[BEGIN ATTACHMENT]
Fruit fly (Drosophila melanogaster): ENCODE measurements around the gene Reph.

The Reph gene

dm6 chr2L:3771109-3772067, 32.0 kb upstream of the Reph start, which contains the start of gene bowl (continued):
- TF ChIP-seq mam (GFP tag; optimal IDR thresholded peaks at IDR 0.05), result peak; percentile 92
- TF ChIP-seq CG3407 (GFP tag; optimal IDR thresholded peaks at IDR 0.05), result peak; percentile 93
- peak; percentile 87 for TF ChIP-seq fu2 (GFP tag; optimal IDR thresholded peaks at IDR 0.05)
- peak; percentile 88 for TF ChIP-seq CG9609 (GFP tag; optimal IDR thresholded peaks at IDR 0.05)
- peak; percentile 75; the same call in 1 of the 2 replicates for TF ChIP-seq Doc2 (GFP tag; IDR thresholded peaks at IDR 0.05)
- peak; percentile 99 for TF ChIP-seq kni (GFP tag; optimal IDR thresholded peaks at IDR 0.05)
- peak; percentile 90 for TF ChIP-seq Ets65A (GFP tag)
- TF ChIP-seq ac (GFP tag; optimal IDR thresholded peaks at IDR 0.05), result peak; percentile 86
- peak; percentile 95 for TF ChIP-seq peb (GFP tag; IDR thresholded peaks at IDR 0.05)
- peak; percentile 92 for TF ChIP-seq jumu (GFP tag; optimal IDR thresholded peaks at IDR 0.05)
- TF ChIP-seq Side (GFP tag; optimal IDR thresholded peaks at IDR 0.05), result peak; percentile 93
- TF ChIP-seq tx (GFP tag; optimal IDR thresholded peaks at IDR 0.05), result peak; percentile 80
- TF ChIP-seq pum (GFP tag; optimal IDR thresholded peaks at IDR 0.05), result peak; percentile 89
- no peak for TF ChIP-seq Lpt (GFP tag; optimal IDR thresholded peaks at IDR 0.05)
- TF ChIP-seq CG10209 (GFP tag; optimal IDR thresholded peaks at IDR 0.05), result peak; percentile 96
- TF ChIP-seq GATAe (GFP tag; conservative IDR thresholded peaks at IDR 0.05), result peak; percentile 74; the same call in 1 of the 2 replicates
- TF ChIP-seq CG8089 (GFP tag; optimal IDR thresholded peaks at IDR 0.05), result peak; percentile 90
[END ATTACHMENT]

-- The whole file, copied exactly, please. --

Fruit fly (Drosophila melanogaster): ENCODE measurements around the gene Reph.

The Reph gene

dm6 chr2L:3771109-3772067, 32.0 kb upstream of the Reph start, which contains the start of gene bowl (continued):
- TF ChIP-seq mam (GFP tag; optimal IDR thresholded peaks at IDR 0.05), result peak; percentile 92
- TF ChIP-seq CG3407 (GFP tag; optimal IDR thresholded peaks at IDR 0.05), result peak; percentile 93
- peak; percentile 87 for TF ChIP-seq fu2 (GFP tag; optimal IDR thresholded peaks at IDR 0.05)
- peak; percentile 88 for TF ChIP-seq CG9609 (GFP tag; optimal IDR thresholded peaks at IDR 0.05)
- peak; percentile 75; the same call in 1 of the 2 replicates for TF ChIP-seq Doc2 (GFP tag; IDR thresholded peaks at IDR 0.05)
- peak; percentile 99 for TF ChIP-seq kni (GFP tag; optimal IDR thresholded peaks at IDR 0.05)
- peak; percentile 90 for TF ChIP-seq Ets65A (GFP tag)
- TF ChIP-seq ac (GFP tag; optimal IDR thresholded peaks at IDR 0.05), result peak; percentile 86
- peak; percentile 95 for TF ChIP-seq peb (GFP tag; IDR thresholded peaks at IDR 0.05)
- peak; percentile 92 for TF ChIP-seq jumu (GFP tag; optimal IDR thresholded peaks at IDR 0.05)
- TF ChIP-seq Side (GFP tag; optimal IDR thresholded peaks at IDR 0.05), result peak; percentile 93
- TF ChIP-seq tx (GFP tag; optimal IDR thresholded peaks at IDR 0.05), result peak; percentile 80
- TF ChIP-seq pum (GFP tag; optimal IDR thresholded peaks at IDR 0.05), result peak; percentile 89
- no peak for TF ChIP-seq Lpt (GFP tag; optimal IDR thresholded peaks at IDR 0.05)
- TF ChIP-seq CG10209 (GFP tag; optimal IDR thresholded peaks at IDR 0.05), result peak; percentile 96
- TF ChIP-seq GATAe (GFP tag; conservative IDR thresholded peaks at IDR 0.05), result peak; percentile 74; the same call in 1 of the 2 replicates
- TF ChIP-seq CG8089 (GFP tag; optimal IDR thresholded peaks at IDR 0.05), result peak; percentile 90